"I don't know why Khris is saying he was cold," Gennett countered. "I was in a diaper and he was in a dress. But yeah, it was cold. Other than the cold, I had a good time. It's always a good time, always fun when the team can kind of get together and have a few laughs. It's also paying our dues. Hopefully next year we'll be in better outfits."
It got even better on Friday, when the pair started the final weekend of the season by hosting a "BrewerFest" sausage cookout for fans on the street at the MLB Fan Cave in Greenwich Village. Curious pedestrians walked up to eat and asked who the guys were wearing Brewers jerseys and aprons. Polka music blasted onto Broadway, and the pair led a loud rendition of fans in "Roll Out The Barrel."
"It's pretty special, just coming out and doing something for them," Davis said. "That's what it's all about. We enjoy them as much as they enjoy us."
"That was a great time," Gennett said. "Tailgating in New York is probably something I'll always remember. Seeing the fans interact is always a special thing, this was a good time to do it."
The Fan Cave is a place where Major League Baseball likes to showcase young players the public needs to know more about, and this was a great example. These are two players who have seized opportunities brought about by adverse circumstances, Davis replacing the suspended Ryan Braun in left and Gennett taking over second after Rickie Weeks' injury.
Since Aug. 5, Gennett is batting .364 (55-for-151), which leads the National League during this stretch. He has a legitimate shot at opening next season at second.
Davis is batting .287 (33-115) with 10 homers and 25 RBIs in just 40 games since rejoining the team on July 23 after Braun was suspended. He has a combined 23 homers this season at the parent and Triple-A levels. The club likes him so much, there is speculation of shifting Braun across the outfield next spring and keeping Davis in left.
"I'd like to hit 30 homers, get to that point and see where it goes," Davis said of his hopes for next season.
Davis signed a baseball on the autograph wall inside, and naturally, he chose the ball right next to one signed in April by "Chris with a C" Davis of Baltimore, as Gennett poked fun at him. Gennett played ping-pong with Brewers fans. Both went down the slide, and then they made the "BrewersFest" video that will be released in coming days at MLBFanCave.com.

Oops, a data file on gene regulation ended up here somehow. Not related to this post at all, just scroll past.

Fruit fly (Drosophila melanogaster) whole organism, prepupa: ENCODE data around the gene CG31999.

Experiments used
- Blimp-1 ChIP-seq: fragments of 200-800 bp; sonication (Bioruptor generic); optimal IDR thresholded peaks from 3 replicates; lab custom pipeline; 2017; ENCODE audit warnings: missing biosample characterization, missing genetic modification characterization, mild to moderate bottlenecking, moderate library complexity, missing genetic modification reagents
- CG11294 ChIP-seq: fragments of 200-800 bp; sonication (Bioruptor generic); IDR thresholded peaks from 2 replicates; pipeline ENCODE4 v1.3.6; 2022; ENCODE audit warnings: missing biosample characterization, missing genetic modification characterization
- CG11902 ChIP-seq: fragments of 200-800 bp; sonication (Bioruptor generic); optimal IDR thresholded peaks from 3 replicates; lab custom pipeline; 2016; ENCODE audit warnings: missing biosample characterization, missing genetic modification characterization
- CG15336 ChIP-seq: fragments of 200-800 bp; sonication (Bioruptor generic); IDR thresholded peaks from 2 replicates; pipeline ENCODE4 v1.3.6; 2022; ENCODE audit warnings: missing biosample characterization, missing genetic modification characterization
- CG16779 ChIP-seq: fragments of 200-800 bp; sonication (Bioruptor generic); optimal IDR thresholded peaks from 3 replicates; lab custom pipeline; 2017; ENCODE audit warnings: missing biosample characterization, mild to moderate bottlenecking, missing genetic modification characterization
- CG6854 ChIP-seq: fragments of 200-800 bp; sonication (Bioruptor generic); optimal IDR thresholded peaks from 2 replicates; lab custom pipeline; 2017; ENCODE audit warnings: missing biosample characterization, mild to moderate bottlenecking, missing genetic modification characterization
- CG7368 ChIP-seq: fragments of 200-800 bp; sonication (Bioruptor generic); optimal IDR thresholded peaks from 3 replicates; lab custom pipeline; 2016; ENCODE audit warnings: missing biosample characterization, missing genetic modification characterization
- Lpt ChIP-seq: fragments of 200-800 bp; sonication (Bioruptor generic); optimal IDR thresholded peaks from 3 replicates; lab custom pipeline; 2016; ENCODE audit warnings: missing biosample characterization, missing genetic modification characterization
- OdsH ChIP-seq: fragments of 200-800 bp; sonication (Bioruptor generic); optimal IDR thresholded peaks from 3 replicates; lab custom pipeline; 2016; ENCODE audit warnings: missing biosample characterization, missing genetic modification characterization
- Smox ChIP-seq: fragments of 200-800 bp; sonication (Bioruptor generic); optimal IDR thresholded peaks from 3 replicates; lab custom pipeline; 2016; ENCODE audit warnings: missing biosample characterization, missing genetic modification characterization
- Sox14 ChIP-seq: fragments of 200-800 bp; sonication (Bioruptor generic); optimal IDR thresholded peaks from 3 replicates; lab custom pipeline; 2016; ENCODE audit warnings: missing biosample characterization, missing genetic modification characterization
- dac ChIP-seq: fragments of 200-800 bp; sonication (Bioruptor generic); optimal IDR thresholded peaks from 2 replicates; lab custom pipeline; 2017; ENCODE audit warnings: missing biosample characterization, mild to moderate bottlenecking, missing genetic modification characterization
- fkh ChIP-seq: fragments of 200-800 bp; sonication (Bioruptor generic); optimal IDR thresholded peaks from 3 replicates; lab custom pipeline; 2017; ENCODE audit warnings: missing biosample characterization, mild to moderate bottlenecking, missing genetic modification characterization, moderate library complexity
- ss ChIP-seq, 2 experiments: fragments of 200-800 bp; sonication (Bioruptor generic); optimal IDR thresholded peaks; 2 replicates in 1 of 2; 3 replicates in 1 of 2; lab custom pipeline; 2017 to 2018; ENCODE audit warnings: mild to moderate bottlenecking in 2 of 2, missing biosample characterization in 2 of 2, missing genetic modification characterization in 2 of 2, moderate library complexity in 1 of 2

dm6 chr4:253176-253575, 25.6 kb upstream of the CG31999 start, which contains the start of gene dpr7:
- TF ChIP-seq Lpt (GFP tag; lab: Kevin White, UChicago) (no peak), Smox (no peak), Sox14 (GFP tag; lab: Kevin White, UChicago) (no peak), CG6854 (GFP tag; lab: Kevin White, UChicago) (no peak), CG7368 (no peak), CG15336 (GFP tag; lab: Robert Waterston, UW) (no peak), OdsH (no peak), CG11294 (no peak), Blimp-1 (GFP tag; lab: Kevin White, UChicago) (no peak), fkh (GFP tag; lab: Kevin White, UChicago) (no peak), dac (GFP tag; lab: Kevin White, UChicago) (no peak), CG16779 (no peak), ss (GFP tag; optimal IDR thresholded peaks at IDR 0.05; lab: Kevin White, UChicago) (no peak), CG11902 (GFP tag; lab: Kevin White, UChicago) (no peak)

These are the final days of a first MLB season for both, and when asked what they have learned most so far from being in the big leagues, both said that keeping the fun in it -- as they did before Friday's Mets game -- is going to be a priority.
"What I've learned is, a lot of guys tell me: 'Don't forget to have fun and don't take it too seriously,'" Davis said. "It's still the same game I played from T-ball to now. You just have to go out there and have fun."
"Once I had the opportunity to get called up earlier in the year and then got sent back down, I think that was a good learning experience for me," Gennett said. "Just getting my feet wet a little bit in the big leagues was the biggest thing. Getting the opportunity to come back and improve on more of an everyday basis of what I can do. I had a good time.
Then Gennett said: "Like Khris said, having fun never stops. I think some people lose sight of that, and usually that's when you're out of the game, when you're not having fun anymore. So really learning what not to do, what to do, and just having fun."
Davis and Gennett have more in common than their rookie status in the Brewers' lineup. They are each the sons of Major League scouts. Davis' father, Rodney, is a Dodgers scout and previous scouted for the D-backs. Gennett's father, Joe, use to scout for the Astros.
"It was pretty special, because growing up, my dad would let me skip school and go to the ballpark or watch a baseball game," Davis said. "I always thought that was cool. Just being around the game and being around players helped a lot with my father being a scout."
"My dad was a scout for a year or two, but he stopped around when I was born to be there for me," Gennett said. "Just the experience of things he learned throughout scouting. The big thing for me was getting down to Florida, being able to play every day and getting better. He realized that. He had the Ohio area for scouting. He realized how tough it was for his players to keep playing and get better. He didn't want that to happen to me, and I think that was instrumental in me being able to play every day."